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Spring 2014 Course Schedule

Posted By admin On October 11, 2011 @ 10:42 am In | No Comments

 WGS 101 Window on Women’s, Gender, and Sexuality Studies   (1 hr)            

Wanda Balzano/ David Phillips
Tuesday (1/21/2014 and 4/29/2014)  5:00-5:50 pm                   
Tribble / DeTamble A110

An opportunity to experience and reflect analytically on the diverse cultural and intellectual life of Wake Forest, with an emphasis on WGS events and topics. Students attend events and write about them. See course page [1].
(Class meets twice.)  P/F only.

WGS 221/WGS 620AG Introduction to Women’s, Gender, and Sexuality Studies
(3 hr)  
Sally Barbour/Bernadine Barnes 
Wednesday 2:00-4:30 pm
Tribble A4

An interdisciplinary course that integrates materials from the humanities and the sciences, taught by WGS faculty representing at least two fields.  Topics include critical methods and practical solutions, history and theory of women’s, gender, and sexuality studies, women in culture and society, and cross-cultural issues of gender, ethnicity, social class, disability, and sexual orientation.  (CD)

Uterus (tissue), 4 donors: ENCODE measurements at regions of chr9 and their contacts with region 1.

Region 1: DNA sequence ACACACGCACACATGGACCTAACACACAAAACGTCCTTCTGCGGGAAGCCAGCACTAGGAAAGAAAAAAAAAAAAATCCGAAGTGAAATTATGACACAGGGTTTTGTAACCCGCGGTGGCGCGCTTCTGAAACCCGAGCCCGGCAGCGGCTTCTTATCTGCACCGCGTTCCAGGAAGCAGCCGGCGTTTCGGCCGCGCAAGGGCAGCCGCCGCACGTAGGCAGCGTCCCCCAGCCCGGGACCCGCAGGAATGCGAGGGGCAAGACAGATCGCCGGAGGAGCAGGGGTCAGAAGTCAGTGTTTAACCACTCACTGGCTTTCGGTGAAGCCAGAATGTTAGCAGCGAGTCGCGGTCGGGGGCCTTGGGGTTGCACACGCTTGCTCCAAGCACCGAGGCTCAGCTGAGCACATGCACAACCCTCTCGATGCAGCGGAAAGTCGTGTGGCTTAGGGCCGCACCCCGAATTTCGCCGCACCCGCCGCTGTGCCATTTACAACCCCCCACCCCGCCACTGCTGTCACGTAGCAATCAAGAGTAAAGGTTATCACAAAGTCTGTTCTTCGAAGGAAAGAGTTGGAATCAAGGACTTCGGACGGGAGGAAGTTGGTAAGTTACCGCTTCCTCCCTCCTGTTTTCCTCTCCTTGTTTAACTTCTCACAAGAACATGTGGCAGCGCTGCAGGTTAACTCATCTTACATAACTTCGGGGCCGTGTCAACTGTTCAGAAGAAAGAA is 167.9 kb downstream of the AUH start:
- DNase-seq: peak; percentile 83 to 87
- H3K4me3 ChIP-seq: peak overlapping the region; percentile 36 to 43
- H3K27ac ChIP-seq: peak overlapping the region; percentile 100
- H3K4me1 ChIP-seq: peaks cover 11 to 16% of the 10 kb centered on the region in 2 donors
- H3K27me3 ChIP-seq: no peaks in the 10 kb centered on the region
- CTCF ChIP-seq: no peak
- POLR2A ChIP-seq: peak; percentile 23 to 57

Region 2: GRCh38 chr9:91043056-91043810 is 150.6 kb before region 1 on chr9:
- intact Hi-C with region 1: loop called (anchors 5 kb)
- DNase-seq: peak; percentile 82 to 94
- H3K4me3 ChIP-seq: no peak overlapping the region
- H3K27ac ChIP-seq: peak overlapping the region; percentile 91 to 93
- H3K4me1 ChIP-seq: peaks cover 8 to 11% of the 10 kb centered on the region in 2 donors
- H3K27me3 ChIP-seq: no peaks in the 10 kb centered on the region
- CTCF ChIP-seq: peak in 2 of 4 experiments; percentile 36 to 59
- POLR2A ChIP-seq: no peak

WGS 319  Women Playwrights (3 hr)                                                         
J. K. Curry
Monday/Wednesday   12:30-1:45 p.m.                                                        
SFAC 214

An examination of selected plays and/or performance texts by women. Focus varies, for example, looking at works by contemporary American women or early women dramatists such as Hrosvitha, Sor Juana, and Aphra Behn. Same as THE 373.  (CD)

WGS 320B   Feminist Theory and Practice (3 hr)      
Michaelle Browers
Tuesday/Thursday 12:30-1:45                                 
Kirby B01B

This course will introduce students to debates and developments in contemporary feminist theorizing and their implications for the study and practice of politics.  Throughout the course we will pay close attention to the ways in which gender intersects with class, race, sexual orientation, ethnicity, and other forms of difference.  Same as POL 277.  Approved for WGS Major Theory Requirement.

WGS 321 A/ WGS 621 AG Men, Women, and Pornography  (3 hr)
Shannon Gilreath
Tuesday/Thursday 2:00-3:15                                                     
Tribble A305

This class will engage cultural analyses of pornography and will examine pornography’s role in the lives of men and women.

WGS 321B Women, Race, and Poverty  (3 hr)
Sherri Clark
Tuesday/Thursday 2:00-3:15 pm                                     
Room TBA

This course applies theoretical perspectives of the causes and consequences of social inequality for women of color to a broad array of texts and articles in the social sciences. We will examine important issues of motherhood and marriage; race and identity; class and education; and housing segregation and predatory lending practices. We will address what needs to change in order to dismantle poverty and inequality in the U.S. for future generations of all women. Same as AES 310 and EDU 310. Approved for ANT credit.        

WGS 321C/WGS 621CG Democracy and Difference  (3 hr)
Michaelle Browers
Tuesday/Thursday 11:00 am-12:14 pm                                     
Kirby B01B